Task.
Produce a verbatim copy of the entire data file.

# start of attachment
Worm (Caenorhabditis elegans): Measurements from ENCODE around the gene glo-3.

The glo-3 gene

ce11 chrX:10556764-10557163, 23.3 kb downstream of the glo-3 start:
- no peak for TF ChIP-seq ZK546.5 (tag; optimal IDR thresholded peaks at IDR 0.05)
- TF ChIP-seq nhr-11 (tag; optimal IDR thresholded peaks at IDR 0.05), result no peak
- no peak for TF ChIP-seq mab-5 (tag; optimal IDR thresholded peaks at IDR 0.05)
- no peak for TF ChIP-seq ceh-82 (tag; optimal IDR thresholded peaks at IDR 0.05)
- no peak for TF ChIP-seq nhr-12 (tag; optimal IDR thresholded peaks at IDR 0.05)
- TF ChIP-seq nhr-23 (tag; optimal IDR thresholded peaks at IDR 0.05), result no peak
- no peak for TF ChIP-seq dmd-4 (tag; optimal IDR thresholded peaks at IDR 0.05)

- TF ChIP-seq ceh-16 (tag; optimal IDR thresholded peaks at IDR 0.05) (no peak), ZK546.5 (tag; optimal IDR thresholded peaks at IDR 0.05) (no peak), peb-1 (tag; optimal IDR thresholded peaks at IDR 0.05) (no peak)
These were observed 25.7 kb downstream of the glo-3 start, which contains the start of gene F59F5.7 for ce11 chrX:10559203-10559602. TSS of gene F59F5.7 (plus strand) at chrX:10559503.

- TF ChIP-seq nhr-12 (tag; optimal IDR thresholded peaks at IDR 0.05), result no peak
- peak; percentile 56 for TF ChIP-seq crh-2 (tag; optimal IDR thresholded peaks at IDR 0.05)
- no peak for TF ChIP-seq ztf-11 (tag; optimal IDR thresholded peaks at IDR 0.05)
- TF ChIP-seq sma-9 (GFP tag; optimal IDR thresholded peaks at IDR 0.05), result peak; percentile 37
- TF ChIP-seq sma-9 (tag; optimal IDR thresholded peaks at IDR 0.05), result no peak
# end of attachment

Worm (Caenorhabditis elegans): Measurements from ENCODE around the gene glo-3.

The glo-3 gene

ce11 chrX:10556764-10557163, 23.3 kb downstream of the glo-3 start:
- no peak for TF ChIP-seq ZK546.5 (tag; optimal IDR thresholded peaks at IDR 0.05)
- TF ChIP-seq nhr-11 (tag; optimal IDR thresholded peaks at IDR 0.05), result no peak
- no peak for TF ChIP-seq mab-5 (tag; optimal IDR thresholded peaks at IDR 0.05)
- no peak for TF ChIP-seq ceh-82 (tag; optimal IDR thresholded peaks at IDR 0.05)
- no peak for TF ChIP-seq nhr-12 (tag; optimal IDR thresholded peaks at IDR 0.05)
- TF ChIP-seq nhr-23 (tag; optimal IDR thresholded peaks at IDR 0.05), result no peak
- no peak for TF ChIP-seq dmd-4 (tag; optimal IDR thresholded peaks at IDR 0.05)

- TF ChIP-seq ceh-16 (tag; optimal IDR thresholded peaks at IDR 0.05) (no peak), ZK546.5 (tag; optimal IDR thresholded peaks at IDR 0.05) (no peak), peb-1 (tag; optimal IDR thresholded peaks at IDR 0.05) (no peak)
These were observed 25.7 kb downstream of the glo-3 start, which contains the start of gene F59F5.7 for ce11 chrX:10559203-10559602. TSS of gene F59F5.7 (plus strand) at chrX:10559503.

- TF ChIP-seq nhr-12 (tag; optimal IDR thresholded peaks at IDR 0.05), result no peak
- peak; percentile 56 for TF ChIP-seq crh-2 (tag; optimal IDR thresholded peaks at IDR 0.05)
- no peak for TF ChIP-seq ztf-11 (tag; optimal IDR thresholded peaks at IDR 0.05)
- TF ChIP-seq sma-9 (GFP tag; optimal IDR thresholded peaks at IDR 0.05), result peak; percentile 37
- TF ChIP-seq sma-9 (tag; optimal IDR thresholded peaks at IDR 0.05), result no peak